Tag Archives: oily hair

Washing hair with hot vs cold water

There are pros and cons to washing hair with hot or cold water. Below we discuss these as well as when you should be using hot or cold water on your hair.
Hot water
Dirty, oily hair – because hot water opens pores, it works great at cleaning dirty, oily hair and skin. Hot water has exfoliating and cleansing properties. Because it cleans deeply as opposed to superficially, it can even help rid the scalp of oily build-up.
Overly porous hair – one pro of using hot water (cleansing the hair and pores of oil), is also its con. Because hot water opens the pore of the scalp and the cuticle of the hair, using it very often can cause hair to become overly porous. Overly porous hair is dry, brittle, and dull.
Frizz – any heat to the hair, whether in water or styling tools, can cause frizz. Heat rids the hair of moisture, which keeps hair frizz-free.
Cold water
Seals moisture – opposite of hot water, cold hair seals pores and cuticles, keeping your hair’s natural oils secure inside. Additionally, this prevents dirt and oil from entering the hair, meaning your hair stays cleaner longer.
Increases shine – cold water and cold air can increase the shine. Additionally, it can make hair soft and smooth. It does so by closing the scales of the hair’s cuticles.
Flattens hair – for the same reason cold water increases hair’s shine and smoothness, it also can flatten hair. If you are prone to lacking volume, you may want to stay away from washing hair in cold water.
So, what’s a girl to do?
Match your hair’s style to your hair temperature. If you have hair that is prone to being oily, you may want to use warmer water. If you are prone to frizz, finish your shower with a cold hair rinse. If your hair is thirsty for moisture and shine, try washing in colder water. If you aren’t sure which method to use, experiment to find the temperature that works best for you.

How to keep oily hair in check

If you have naturally oily hair, then you are familiar with the oily hair struggle. Many individuals who suffer from oily hair have fine locks, which allows the oil to move quickly down the shaft from the scalp.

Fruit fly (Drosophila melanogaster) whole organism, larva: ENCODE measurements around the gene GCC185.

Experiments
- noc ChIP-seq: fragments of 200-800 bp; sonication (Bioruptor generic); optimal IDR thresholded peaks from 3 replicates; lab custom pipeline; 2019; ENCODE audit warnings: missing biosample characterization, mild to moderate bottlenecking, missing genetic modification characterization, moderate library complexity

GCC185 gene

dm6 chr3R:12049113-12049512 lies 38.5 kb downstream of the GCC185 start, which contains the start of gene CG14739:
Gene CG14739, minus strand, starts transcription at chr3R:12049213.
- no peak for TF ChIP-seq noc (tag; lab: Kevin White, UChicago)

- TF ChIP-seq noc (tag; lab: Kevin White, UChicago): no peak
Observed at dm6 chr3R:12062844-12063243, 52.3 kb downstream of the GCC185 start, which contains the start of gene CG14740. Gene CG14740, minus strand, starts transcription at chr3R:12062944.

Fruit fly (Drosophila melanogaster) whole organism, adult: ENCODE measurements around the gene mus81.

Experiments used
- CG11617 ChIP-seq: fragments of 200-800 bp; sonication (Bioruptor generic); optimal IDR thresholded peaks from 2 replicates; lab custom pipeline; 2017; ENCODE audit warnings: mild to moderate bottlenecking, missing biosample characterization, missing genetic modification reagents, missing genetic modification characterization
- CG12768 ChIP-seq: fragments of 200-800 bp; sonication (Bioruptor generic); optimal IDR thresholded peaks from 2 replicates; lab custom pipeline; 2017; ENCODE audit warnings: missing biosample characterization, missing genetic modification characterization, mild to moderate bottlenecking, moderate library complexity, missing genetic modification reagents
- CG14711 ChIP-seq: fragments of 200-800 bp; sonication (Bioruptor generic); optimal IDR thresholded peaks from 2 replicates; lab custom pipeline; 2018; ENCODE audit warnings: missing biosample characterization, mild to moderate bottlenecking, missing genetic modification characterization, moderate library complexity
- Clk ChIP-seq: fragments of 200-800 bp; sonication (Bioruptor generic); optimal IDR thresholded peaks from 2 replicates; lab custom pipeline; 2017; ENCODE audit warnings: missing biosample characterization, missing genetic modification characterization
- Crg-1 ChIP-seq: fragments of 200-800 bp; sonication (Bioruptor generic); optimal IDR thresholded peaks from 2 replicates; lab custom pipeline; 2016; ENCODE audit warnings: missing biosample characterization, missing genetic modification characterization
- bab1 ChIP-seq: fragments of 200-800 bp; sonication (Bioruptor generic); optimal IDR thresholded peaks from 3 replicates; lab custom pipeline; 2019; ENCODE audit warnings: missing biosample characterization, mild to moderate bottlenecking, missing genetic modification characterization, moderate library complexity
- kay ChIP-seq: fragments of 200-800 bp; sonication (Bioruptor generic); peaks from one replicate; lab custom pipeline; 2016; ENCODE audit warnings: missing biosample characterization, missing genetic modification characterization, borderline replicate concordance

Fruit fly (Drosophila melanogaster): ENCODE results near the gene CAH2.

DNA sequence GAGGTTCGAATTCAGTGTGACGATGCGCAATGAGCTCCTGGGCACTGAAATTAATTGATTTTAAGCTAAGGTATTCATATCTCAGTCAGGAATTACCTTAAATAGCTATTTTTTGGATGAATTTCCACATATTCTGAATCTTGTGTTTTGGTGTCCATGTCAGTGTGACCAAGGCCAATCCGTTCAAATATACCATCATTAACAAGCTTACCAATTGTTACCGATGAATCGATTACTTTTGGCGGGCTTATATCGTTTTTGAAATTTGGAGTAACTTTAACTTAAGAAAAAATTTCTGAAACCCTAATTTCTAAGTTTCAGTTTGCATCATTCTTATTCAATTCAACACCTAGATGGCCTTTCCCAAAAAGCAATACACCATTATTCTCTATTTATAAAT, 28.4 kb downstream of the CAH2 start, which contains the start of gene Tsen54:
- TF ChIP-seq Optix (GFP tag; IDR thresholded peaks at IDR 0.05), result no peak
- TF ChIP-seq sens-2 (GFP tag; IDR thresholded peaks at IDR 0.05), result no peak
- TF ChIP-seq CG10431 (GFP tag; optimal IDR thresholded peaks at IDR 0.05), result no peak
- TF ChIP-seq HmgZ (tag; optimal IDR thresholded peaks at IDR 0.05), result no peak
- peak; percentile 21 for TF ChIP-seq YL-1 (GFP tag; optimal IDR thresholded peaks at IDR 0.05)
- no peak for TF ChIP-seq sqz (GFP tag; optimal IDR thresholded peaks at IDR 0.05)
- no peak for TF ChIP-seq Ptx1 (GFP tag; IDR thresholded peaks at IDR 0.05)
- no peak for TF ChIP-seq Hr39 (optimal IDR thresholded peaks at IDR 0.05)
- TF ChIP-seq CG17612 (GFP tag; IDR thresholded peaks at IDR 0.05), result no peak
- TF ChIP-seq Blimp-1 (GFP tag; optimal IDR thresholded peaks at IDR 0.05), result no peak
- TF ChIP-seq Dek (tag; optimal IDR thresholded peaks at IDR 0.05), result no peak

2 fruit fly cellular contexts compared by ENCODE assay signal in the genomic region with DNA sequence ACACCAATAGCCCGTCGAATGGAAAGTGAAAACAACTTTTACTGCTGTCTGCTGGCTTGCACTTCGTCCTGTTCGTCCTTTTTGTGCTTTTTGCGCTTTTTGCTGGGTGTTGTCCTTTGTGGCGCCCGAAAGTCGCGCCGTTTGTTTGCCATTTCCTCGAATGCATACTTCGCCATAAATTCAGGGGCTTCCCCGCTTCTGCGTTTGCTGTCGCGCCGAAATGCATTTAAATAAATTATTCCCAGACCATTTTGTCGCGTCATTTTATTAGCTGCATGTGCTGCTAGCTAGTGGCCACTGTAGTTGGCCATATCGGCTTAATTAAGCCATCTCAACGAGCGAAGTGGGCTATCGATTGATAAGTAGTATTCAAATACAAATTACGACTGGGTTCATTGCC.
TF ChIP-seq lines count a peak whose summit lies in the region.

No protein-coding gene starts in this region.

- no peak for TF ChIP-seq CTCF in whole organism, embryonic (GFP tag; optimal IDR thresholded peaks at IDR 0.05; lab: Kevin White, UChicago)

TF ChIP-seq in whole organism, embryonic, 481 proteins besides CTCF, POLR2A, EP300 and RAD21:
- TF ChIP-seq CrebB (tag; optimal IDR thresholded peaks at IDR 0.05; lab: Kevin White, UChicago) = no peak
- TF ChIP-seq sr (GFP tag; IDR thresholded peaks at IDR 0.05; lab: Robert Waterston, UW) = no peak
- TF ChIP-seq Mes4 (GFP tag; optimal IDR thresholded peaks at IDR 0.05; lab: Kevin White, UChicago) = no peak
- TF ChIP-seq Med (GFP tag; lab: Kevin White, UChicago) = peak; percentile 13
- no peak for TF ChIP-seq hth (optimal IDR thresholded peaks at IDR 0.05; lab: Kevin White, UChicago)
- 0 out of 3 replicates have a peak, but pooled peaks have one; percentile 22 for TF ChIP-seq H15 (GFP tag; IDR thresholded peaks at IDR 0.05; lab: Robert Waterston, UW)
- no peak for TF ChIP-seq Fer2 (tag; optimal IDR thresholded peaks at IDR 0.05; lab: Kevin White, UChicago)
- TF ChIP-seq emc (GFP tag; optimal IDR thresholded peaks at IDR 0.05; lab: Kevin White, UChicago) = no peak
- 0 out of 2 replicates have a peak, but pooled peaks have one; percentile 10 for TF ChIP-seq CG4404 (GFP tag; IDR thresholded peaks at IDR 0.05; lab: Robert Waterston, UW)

Our scalp produces oil naturally via the secretion glands under our scalp tissue. This oil moisturizes hair and keeps it soft, shiny, and healthy. Unfortunately, for some, the scalp overproduces oil causing unwanted oily hair.
While you can’t change your chemistry or genetics, you can change your habits and the products you use to help eliminate oily hair. Below are a few tips to keep your oil under control.
Don’t wash everyday – while this may seem counterintuitive, (if your hair is oily, you should wash it more, right?) washing your hair everyday could be causing your hair to overproduce oil. When you wash your hair it strips it of its natural nutrients. Doing this often could cause your hair to overproduce oil as a way to counteract the over-washing.
Stop touching your hair – touching or playing with your hair causes an increase in oil production.
Try conditioning your hair first – this technique, known as ‘reverse washing,’ allows your hair to reap the benefits of moisturizing, without the weight of residue left behind. Simply condition hair first, then finish with shampoo and a good rinse.
Make dry shampoo your best friend – using dry shampoo in powder form in between washes soaks up the oil in your hair and leaves behind a fresh smell. It’s a great tool to help you stretch the time between washes.
Turn down the heat – washing your hair with hot water can cause the scalp to overproduce oil. It also opens your hair’s cuticle and causes hair damage. Instead, use luke-warm water throughout the wash, and finish with a cold rinse.
Go au natural – your hair needs a break too. Don’t use hot styling tools every day. This can cause oily hair and hair damage.
Mix it up – try different hair styles in between washes. Maybe wear it down the first day, in curls the second, and in an up-do on the third. Oily hair actually helps make up-do’s look better and last longer.